The taste of rabbit is always welcome, come spring.
With the fallow deer season is at a close, rabbits become my new favourite quarry to stalk. Rabbit shooting in springtime is incredibly satisfying when those evenings become golden and warm.
To reward oneself with a small but bountiful harvest, there is nothing more appetising than sitting outside on a clement evening with a cold cut of rabbit terrine and a pint of golden ale.
- Preparation Time: 1 hour. Cool for 1 hour.
- Cooking time: 1 hour 15 minutes at 180°C /160°C Fan / Gas Mark 4.
- Resting time in the refrigerator overnight.
- 1 large buck or doe or 2 younger rabbits.
- 300 grams / 10.6 oz of wild boar or high welfare pork belly fat. Half ground in with the rabbit and half sliced thinly.
- 4 tablespoons of hot English mustard
- 2 organic eggs
- ½ large white onion, finely chopped
- 1 garlic clove, finely chopped
- 1 sprig of fresh tarragon, left whole
- 4 sprigs of fresh tarragon, coarsely chopped
- 1 teaspoon of dried thyme
- 1 tablespoon of salt
- 1 tablespoon of black pepper
1. Debone a large rabbit or 2 small rabbits. Depending on shot placement it may be preferable to use only the saddle and rear haunches of 2 large rabbits. It is always a little easier to debone a rabbit once it has been refrigerated overnight.
2. Grind the rabbit meat with half of the pork belly fat. I tend to grind the meat when it is cold from refrigeration as it tends to feed more consistently through the grinder.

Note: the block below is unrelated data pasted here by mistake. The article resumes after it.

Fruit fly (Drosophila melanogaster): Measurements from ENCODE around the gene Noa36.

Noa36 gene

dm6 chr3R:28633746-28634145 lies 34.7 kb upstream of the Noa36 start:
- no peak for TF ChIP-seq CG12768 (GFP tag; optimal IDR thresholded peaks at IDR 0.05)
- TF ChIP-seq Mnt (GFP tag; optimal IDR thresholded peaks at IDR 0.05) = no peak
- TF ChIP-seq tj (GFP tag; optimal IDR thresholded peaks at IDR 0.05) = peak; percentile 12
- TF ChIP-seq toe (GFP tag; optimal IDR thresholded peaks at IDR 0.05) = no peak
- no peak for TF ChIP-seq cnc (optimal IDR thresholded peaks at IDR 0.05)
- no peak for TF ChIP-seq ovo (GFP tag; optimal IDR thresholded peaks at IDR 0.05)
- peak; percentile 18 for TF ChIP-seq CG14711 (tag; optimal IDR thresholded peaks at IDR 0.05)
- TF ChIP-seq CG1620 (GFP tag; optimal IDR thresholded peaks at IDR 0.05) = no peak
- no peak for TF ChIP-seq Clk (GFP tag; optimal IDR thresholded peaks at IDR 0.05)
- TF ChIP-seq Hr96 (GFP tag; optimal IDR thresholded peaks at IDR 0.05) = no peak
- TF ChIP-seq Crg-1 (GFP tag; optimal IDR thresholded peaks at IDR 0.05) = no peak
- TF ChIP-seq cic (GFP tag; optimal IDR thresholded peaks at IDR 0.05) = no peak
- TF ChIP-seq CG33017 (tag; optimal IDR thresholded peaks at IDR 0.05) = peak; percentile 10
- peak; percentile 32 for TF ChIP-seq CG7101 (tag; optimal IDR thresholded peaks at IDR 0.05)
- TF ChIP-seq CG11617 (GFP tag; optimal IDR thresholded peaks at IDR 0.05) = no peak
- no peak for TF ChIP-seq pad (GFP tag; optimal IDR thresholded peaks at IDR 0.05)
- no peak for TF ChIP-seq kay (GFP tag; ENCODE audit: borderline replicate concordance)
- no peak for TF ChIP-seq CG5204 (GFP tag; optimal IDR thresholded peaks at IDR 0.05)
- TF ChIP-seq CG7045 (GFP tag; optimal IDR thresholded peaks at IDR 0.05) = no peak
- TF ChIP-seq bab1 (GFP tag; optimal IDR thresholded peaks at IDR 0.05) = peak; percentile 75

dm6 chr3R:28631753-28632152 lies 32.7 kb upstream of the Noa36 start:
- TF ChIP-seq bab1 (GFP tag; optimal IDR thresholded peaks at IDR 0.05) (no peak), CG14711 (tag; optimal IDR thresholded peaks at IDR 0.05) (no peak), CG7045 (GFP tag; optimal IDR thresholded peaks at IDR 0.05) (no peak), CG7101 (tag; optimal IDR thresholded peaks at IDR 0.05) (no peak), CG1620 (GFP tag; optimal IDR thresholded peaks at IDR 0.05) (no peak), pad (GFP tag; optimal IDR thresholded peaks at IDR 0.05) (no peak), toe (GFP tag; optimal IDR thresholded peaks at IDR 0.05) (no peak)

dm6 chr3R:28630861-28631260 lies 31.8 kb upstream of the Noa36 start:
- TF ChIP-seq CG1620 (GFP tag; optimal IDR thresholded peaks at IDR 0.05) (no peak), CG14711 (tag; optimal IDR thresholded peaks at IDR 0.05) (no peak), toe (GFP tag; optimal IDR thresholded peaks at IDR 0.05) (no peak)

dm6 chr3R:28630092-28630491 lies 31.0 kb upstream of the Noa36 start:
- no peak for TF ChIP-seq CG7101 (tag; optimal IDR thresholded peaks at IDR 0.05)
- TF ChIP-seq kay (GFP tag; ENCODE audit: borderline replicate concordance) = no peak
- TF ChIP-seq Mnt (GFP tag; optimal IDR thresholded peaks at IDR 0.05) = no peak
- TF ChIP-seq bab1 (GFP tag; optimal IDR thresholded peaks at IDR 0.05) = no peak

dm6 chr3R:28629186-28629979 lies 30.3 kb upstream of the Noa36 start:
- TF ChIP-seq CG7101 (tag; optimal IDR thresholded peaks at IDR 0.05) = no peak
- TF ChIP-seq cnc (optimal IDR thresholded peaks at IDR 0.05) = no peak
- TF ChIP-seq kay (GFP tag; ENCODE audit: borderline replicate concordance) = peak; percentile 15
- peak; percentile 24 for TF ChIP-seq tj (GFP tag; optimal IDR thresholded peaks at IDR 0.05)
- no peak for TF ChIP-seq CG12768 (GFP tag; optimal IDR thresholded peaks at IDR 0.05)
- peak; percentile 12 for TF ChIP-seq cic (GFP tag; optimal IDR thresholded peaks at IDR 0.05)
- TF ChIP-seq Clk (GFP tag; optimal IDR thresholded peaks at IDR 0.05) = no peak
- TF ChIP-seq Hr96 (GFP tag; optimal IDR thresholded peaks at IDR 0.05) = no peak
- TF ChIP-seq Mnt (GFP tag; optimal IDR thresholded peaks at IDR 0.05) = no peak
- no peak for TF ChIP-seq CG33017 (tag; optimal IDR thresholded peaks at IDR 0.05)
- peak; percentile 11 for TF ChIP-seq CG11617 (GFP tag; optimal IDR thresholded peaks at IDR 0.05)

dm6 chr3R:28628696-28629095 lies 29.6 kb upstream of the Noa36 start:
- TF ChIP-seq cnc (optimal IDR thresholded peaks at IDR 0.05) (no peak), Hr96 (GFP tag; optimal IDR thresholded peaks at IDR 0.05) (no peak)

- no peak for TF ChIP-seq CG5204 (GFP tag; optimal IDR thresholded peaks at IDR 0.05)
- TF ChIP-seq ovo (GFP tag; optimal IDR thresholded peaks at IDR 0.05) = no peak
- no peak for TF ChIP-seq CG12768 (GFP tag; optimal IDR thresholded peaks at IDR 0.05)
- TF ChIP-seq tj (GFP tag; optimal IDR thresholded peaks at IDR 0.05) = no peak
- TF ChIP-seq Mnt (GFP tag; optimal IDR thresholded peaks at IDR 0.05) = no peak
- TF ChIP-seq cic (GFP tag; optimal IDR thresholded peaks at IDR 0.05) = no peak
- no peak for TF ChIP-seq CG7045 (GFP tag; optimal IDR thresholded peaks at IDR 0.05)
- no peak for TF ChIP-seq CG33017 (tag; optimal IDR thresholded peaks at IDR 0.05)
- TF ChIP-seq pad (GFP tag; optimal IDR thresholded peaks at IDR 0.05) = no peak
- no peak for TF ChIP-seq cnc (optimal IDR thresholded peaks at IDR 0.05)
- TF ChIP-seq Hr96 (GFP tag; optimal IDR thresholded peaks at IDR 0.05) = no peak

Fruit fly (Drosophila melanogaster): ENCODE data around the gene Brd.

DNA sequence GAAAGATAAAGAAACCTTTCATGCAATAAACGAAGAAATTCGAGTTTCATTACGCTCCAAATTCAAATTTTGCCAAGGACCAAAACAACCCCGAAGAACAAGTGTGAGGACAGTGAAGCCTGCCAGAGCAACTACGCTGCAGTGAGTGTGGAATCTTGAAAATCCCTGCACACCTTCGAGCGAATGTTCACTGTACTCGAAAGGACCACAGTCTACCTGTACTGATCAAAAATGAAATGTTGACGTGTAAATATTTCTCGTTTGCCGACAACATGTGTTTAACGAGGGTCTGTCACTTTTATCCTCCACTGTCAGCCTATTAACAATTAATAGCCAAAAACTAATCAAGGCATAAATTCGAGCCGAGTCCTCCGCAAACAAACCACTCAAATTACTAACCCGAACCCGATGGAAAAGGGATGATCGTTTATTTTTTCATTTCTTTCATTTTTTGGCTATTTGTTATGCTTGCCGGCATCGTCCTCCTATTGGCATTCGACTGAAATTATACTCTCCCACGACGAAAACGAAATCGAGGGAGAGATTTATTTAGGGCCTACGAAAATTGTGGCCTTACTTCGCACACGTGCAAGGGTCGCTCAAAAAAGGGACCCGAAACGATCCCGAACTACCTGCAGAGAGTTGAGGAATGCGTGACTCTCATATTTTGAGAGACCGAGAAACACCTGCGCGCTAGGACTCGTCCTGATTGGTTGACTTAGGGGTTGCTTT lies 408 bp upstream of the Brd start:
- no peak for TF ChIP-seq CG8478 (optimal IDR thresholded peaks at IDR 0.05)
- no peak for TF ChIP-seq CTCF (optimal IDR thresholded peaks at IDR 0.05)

3. Place all the ingredients excluding the leftover sliced pork belly fat and whole tarragon stem into a mixing bowl. Now mix thoroughly with your hands.
4. Take 1 large or 2 small ceramic terrine dishes. If a terrine dish is not available, then any ceramic dish that is oven worthy can be used. Line the terrine dish with the pork fat, spoon in the mixture, compress with a spoon as best as possible and add the tarragon sprig on top. Place the terrine in a bain-marie of hot water. The water should come two-thirds of the way up the terrine dish.
5. Place on the middle shelf of the oven and cook for 1 hour.
6. Once cooked, remove from the oven. Take the terrine out of the bain-marie and leave to cool to just above warm room temperature. Place clingfilm over the dish and put kitchen scale weights or something heavy on top of the terrine to compress the meat. Do not use to heavier weight so the fat spills over the side.
7. Leave to cool to room temperature then place the terrine in the refrigerator and leave for 12 hours before serving.
Serve cold, with freshly buttered sourdough and a woodland preserve, such as rowan jelly or lingonberry jam.
***I purchased the pork belly fat from my good friends at Townings Farm who raise rare breed livestock and graze conservation designated land.
This recipe was created by Matt Moss and is featured on his blog. Check out the recipe and Matt's blog - Mosswoodland Hunting Blog by clicking here.